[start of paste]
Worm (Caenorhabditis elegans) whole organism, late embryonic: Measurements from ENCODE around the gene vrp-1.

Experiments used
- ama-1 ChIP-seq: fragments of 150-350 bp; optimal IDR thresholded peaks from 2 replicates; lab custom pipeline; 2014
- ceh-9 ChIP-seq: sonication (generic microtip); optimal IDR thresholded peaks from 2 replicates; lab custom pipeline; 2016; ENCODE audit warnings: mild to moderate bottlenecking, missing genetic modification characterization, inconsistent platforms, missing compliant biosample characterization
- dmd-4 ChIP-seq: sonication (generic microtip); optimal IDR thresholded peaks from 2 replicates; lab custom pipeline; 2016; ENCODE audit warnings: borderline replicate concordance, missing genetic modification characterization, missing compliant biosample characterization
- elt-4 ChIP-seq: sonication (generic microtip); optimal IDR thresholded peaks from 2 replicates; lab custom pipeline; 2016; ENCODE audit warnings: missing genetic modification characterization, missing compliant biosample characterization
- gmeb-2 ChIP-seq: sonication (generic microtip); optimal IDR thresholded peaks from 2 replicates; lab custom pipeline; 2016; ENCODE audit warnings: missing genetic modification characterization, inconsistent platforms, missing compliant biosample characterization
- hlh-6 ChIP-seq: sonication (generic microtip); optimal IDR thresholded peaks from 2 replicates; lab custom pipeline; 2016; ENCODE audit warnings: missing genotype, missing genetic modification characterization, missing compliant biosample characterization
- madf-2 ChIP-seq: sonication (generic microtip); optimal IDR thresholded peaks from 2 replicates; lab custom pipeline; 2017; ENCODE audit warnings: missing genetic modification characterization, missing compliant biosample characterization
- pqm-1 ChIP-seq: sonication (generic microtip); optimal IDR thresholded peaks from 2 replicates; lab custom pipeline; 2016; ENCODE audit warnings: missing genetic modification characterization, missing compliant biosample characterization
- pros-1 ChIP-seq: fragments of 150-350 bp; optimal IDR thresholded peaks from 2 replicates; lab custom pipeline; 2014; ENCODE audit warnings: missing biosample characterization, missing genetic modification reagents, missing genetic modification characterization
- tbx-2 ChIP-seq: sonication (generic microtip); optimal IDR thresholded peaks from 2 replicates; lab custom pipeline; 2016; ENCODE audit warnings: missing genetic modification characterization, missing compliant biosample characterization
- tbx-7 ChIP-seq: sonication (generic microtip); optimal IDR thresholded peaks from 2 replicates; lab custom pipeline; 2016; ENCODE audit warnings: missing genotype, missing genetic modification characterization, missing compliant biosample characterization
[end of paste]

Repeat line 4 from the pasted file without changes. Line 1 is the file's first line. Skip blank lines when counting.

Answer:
- ceh-9 ChIP-seq: sonication (generic microtip); optimal IDR thresholded peaks from 2 replicates; lab custom pipeline; 2016; ENCODE audit warnings: mild to moderate bottlenecking, missing genetic modification characterization, inconsistent platforms, missing compliant biosample characterization